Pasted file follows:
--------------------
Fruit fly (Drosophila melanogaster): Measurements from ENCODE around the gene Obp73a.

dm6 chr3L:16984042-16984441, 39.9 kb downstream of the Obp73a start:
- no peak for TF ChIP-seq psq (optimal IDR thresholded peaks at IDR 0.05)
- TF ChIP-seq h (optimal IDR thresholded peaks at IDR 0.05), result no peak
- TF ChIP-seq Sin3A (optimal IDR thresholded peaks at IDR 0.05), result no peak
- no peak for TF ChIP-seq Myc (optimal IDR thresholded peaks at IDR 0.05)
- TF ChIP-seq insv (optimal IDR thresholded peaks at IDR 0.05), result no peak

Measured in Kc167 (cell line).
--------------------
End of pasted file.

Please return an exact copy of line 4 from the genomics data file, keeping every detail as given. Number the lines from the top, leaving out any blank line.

- TF ChIP-seq h (optimal IDR thresholded peaks at IDR 0.05), result no peak